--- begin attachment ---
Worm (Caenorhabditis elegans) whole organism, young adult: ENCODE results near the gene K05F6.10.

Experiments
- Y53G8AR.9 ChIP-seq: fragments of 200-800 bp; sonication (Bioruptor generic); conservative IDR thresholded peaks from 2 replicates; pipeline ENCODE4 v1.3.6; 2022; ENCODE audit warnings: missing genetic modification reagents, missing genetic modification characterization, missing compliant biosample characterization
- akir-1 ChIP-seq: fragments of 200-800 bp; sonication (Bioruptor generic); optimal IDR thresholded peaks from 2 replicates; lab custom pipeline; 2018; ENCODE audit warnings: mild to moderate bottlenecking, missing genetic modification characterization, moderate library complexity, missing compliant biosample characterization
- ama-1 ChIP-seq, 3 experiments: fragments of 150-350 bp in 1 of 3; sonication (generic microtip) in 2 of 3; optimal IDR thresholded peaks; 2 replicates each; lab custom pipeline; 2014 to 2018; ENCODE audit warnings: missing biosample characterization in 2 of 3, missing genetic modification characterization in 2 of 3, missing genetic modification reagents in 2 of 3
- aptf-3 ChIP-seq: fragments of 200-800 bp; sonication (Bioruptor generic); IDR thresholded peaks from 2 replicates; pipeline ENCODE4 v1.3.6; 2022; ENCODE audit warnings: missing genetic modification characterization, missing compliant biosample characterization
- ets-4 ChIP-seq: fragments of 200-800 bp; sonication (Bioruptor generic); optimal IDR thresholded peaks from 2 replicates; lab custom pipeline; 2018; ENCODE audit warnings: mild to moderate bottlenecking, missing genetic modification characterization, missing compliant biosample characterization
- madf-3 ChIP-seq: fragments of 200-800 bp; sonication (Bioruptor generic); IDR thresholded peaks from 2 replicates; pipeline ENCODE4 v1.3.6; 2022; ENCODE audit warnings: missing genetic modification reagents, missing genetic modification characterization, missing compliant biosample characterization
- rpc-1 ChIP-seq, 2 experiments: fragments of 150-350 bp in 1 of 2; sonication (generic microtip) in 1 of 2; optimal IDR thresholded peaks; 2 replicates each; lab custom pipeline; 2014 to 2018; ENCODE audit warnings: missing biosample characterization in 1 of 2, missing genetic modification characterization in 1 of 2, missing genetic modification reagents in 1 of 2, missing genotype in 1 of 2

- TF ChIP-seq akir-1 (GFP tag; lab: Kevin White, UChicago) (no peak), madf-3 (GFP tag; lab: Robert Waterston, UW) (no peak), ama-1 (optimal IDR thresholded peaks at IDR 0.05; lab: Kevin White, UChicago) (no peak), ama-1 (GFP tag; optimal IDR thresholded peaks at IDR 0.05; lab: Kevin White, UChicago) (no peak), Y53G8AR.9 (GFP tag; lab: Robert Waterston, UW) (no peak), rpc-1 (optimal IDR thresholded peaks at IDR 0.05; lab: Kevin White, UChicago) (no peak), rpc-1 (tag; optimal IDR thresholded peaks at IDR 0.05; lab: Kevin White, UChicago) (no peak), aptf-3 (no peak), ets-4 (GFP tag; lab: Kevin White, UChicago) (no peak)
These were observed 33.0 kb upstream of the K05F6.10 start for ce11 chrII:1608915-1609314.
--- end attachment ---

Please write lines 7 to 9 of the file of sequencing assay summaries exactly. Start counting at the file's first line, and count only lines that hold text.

- ets-4 ChIP-seq: fragments of 200-800 bp; sonication (Bioruptor generic); optimal IDR thresholded peaks from 2 replicates; lab custom pipeline; 2018; ENCODE audit warnings: mild to moderate bottlenecking, missing genetic modification characterization, missing compliant biosample characterization
- madf-3 ChIP-seq: fragments of 200-800 bp; sonication (Bioruptor generic); IDR thresholded peaks from 2 replicates; pipeline ENCODE4 v1.3.6; 2022; ENCODE audit warnings: missing genetic modification reagents, missing genetic modification characterization, missing compliant biosample characterization
- rpc-1 ChIP-seq, 2 experiments: fragments of 150-350 bp in 1 of 2; sonication (generic microtip) in 1 of 2; optimal IDR thresholded peaks; 2 replicates each; lab custom pipeline; 2014 to 2018; ENCODE audit warnings: missing biosample characterization in 1 of 2, missing genetic modification characterization in 1 of 2, missing genetic modification reagents in 1 of 2, missing genotype in 1 of 2